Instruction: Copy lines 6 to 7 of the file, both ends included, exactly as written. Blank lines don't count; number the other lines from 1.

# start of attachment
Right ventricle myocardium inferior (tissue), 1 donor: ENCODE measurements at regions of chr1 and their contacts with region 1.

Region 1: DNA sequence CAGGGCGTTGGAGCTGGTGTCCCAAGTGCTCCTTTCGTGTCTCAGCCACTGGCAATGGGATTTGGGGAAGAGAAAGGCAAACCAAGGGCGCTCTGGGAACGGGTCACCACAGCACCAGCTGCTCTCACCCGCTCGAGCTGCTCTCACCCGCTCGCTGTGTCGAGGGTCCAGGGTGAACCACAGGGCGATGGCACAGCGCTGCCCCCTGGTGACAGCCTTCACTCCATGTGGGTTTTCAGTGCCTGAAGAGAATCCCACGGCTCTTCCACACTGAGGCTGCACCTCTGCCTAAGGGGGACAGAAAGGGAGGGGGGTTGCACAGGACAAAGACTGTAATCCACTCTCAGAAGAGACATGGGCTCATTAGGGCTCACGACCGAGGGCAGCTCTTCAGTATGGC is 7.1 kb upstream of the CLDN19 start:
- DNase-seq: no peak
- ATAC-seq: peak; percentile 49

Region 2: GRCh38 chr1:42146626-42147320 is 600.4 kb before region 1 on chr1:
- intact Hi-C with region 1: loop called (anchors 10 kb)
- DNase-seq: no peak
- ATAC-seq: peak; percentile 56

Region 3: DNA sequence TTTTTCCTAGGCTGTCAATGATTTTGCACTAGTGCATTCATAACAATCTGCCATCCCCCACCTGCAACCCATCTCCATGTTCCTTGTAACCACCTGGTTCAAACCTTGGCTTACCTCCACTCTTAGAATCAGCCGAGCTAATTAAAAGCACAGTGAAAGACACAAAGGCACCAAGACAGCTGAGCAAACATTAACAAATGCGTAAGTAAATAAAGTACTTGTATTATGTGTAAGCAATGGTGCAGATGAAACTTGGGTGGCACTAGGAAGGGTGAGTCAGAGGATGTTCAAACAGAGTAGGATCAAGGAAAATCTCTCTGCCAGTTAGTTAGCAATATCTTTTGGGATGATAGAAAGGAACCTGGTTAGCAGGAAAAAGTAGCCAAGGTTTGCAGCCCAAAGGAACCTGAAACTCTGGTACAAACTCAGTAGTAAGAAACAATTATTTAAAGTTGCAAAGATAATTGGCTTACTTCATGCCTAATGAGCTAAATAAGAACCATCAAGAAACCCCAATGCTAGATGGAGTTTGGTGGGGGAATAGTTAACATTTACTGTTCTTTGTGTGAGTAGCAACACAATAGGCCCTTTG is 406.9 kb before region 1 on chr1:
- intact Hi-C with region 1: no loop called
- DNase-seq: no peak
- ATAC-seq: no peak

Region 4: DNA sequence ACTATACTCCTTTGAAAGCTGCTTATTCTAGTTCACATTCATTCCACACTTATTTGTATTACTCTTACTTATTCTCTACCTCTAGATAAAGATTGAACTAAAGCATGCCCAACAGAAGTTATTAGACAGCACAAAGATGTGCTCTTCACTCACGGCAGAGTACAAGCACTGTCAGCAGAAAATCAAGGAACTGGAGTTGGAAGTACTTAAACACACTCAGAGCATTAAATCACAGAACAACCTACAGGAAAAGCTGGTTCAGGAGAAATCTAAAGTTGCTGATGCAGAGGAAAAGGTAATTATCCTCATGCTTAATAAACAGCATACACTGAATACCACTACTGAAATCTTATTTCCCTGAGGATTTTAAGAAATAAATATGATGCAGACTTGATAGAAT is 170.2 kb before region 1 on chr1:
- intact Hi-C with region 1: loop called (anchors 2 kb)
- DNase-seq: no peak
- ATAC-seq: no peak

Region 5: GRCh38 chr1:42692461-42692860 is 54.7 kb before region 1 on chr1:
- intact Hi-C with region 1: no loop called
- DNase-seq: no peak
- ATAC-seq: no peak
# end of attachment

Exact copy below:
- intact Hi-C with region 1: loop called (anchors 10 kb)
- DNase-seq: no peak